AN elderly lady visited my surgery to express her concern about the number of immigrants in Solihull. ‘They’re queuing up to come in’ she told me.
She didn’t want to talk to me in front of my caseworker, a Scottish Muslim whose parents arrived in the UK from Iraq, settling in Glasgow, a generation ago.
She wanted to keep England for ‘people like us’. When I pressed her on what she meant, she became frustrated: I should know because she saw me as ‘one of us’.
She was most clear in her own mind who ‘people like us’ were: the white people from the community she had been born and brought up in, sharing a sense of community and belonging which she clearly no longer felt.
Last Wednesday I went to Poland to visit Auschwitz-Birkenau, on a trip organised by the Holocaust Educational Trust. As you can imagine, it was harrowing to see the sheer scale of unbelievable depravity and murder perpetrated by the Nazis.
There were many walls of photos of the victims; women’s shorn heads, with date of arrival and date of death lasting on average only two months.
But what, somehow, was worse was the visit we made to the nearby town of Oswiecim. That town had been 56 per cent Jewish before the war.
As part of the de-humanising process the Nazis encouraged non-Jewish locals to vandalise and plunder Jewish businesses and to desecrate the Synagogue, which they later destroyed.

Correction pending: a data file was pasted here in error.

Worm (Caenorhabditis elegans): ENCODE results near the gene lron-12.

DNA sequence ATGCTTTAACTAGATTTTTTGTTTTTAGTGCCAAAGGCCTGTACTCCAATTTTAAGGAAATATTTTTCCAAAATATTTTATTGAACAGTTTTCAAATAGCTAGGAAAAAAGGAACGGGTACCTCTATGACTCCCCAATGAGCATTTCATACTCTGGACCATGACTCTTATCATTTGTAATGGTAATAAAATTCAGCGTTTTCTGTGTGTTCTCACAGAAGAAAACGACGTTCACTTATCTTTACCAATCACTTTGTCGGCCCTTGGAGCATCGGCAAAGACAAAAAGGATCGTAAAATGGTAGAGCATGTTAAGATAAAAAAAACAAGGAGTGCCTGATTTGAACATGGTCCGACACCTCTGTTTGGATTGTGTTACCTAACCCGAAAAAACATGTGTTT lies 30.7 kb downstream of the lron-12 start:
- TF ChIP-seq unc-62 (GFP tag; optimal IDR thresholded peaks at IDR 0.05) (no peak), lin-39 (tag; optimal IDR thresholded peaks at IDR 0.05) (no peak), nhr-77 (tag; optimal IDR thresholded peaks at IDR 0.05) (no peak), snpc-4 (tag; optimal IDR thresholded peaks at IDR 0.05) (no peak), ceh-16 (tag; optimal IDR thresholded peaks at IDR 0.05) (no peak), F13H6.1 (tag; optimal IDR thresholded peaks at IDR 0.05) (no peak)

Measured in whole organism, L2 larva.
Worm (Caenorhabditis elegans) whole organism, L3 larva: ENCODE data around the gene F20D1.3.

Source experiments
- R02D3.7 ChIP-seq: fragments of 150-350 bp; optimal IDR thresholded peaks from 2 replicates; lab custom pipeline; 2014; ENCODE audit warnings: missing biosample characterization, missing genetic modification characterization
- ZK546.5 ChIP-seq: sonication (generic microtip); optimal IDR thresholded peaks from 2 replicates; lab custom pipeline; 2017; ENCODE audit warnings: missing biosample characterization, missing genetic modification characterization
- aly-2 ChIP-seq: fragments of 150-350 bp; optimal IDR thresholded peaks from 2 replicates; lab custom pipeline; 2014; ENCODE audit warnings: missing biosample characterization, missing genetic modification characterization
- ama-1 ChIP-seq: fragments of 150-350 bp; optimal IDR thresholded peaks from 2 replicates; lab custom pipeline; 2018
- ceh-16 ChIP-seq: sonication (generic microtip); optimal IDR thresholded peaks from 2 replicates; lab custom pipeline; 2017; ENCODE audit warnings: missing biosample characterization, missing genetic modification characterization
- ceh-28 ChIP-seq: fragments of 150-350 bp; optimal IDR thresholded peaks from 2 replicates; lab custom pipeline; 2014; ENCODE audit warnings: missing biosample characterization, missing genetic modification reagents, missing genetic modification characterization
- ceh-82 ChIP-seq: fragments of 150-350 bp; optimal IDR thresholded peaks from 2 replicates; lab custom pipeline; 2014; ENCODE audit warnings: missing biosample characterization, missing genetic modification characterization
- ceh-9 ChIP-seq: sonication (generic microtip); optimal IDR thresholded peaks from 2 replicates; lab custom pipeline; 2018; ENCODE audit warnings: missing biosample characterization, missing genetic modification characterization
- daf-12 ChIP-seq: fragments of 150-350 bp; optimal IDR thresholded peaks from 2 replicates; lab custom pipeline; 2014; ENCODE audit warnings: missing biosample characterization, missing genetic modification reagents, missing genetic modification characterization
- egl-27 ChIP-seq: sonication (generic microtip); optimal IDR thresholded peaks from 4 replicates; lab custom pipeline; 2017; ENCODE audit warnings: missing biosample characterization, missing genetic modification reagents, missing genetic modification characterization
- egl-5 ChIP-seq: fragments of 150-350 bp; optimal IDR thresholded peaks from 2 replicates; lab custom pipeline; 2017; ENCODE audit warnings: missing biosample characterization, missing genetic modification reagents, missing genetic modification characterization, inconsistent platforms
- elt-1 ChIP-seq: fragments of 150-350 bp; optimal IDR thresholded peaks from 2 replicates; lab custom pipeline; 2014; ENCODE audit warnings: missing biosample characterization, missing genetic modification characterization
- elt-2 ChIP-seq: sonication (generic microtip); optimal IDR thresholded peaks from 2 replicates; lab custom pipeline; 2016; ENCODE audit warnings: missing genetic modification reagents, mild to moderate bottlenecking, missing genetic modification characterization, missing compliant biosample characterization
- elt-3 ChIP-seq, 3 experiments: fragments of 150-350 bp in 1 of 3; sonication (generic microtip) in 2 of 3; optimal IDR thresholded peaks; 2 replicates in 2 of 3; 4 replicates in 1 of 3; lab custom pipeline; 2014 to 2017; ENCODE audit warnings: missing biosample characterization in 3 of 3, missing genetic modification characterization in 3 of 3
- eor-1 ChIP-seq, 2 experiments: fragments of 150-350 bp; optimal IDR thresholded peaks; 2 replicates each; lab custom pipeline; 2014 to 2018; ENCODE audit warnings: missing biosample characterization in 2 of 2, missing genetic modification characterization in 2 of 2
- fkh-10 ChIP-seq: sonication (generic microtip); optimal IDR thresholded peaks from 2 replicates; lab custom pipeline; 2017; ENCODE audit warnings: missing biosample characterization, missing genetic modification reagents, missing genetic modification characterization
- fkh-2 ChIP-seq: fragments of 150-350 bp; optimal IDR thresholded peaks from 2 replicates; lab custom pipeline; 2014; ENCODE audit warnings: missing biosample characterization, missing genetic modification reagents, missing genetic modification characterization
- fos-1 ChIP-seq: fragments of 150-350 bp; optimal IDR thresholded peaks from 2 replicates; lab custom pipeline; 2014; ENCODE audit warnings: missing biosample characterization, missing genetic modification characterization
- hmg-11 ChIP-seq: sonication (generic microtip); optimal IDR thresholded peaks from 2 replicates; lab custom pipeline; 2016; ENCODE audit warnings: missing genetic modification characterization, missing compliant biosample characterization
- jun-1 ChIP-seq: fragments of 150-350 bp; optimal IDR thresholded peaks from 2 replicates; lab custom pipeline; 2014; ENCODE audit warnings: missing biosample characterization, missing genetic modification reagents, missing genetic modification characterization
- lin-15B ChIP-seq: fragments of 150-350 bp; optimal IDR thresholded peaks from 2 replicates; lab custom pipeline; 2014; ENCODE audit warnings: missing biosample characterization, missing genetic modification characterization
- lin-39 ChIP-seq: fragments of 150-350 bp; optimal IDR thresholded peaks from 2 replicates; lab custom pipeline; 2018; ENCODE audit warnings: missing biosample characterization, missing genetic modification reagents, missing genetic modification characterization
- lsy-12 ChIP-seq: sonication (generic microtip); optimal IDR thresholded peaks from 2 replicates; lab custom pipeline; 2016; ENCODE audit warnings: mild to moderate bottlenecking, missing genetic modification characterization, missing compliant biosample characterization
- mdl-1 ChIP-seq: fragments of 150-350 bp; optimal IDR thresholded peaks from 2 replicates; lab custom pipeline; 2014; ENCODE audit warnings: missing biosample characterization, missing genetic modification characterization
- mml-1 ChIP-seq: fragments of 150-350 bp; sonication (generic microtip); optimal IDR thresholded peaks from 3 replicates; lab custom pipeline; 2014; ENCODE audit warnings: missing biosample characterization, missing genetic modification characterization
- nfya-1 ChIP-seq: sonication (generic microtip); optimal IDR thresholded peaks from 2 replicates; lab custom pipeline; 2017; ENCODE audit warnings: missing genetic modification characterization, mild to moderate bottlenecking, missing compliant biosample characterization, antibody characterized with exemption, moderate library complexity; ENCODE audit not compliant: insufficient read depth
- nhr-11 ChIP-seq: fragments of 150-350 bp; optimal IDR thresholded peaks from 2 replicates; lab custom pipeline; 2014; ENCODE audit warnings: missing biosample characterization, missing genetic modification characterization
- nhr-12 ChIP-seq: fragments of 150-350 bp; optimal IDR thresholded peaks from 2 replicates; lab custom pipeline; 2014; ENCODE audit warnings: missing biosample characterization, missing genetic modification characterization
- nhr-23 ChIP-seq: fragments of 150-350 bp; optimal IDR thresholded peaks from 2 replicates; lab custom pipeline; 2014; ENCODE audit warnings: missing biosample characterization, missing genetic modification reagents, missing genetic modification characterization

It is easy to blame groups of people who are ‘not like us’ for the woes and problems of our society.
In these difficult times we are already seeing the rise of far-right, racist groups preying on our fears and seeking to apportion blame – as the Nazis did.
You’ll see innocuous-looking pamphlets coming through the door singling out Muslims, Jews, homosexuals and members of other groups and faiths; horror stories of acts ‘they’ committed.
These groups are testing the water, seeing how ready we are to accept their poisonous message, before they take the next steps to dehumanise people who ‘aren’t like us’.
The people of Oswiecim not only stood by, they joined in the persecution of the Jews. Don’t say ‘it couldn’t happen here’, because it already is. ‘People like us’ are always different to members of other groups; that’s part of belonging to a community. But we are all one humanity, and the traits which bind us are so much greater than those which keep us apart. The ‘final solution’, my friends, is tolerance.